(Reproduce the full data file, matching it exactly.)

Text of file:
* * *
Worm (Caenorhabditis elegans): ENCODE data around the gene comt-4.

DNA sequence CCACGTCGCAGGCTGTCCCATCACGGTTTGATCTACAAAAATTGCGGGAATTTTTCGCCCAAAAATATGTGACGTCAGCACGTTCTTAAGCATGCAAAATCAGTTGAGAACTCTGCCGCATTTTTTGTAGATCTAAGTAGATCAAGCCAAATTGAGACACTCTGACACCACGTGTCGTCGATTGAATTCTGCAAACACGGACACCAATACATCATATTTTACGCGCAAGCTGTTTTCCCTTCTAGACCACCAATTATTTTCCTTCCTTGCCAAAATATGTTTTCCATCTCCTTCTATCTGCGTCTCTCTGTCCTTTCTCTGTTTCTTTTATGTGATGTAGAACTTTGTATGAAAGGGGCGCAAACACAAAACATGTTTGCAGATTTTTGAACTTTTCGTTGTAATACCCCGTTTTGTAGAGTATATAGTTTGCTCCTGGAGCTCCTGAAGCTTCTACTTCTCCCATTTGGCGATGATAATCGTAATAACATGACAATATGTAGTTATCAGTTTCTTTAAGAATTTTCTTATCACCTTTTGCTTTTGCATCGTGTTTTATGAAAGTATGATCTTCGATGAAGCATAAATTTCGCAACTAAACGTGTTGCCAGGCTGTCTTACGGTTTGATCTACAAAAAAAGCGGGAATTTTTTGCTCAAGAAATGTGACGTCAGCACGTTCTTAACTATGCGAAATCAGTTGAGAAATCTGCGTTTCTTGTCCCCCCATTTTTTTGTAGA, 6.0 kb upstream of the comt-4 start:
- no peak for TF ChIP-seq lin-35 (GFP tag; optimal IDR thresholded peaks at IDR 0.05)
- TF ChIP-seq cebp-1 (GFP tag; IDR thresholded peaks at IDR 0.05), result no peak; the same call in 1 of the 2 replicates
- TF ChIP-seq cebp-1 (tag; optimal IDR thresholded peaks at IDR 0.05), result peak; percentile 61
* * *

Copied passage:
Worm (Caenorhabditis elegans): ENCODE data around the gene comt-4.

DNA sequence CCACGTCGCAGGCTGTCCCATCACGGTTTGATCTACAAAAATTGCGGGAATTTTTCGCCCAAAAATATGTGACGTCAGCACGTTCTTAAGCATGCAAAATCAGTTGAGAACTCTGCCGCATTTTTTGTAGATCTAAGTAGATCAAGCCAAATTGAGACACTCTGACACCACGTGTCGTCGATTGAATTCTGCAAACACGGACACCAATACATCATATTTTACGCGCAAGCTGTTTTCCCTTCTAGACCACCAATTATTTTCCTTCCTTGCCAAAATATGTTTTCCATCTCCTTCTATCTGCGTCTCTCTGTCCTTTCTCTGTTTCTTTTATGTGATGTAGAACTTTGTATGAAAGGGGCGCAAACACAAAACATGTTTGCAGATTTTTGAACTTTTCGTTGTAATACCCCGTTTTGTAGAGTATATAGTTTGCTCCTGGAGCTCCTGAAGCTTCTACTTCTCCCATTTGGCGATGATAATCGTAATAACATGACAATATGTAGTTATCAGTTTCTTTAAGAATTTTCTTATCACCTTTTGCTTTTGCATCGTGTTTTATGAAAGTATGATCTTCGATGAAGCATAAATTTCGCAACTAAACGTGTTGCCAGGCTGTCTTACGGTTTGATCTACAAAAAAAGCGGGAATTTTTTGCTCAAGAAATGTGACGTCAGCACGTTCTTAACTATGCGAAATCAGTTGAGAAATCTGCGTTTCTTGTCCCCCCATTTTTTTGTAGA, 6.0 kb upstream of the comt-4 start:
- no peak for TF ChIP-seq lin-35 (GFP tag; optimal IDR thresholded peaks at IDR 0.05)
- TF ChIP-seq cebp-1 (GFP tag; IDR thresholded peaks at IDR 0.05), result no peak; the same call in 1 of the 2 replicates
- TF ChIP-seq cebp-1 (tag; optimal IDR thresholded peaks at IDR 0.05), result peak; percentile 61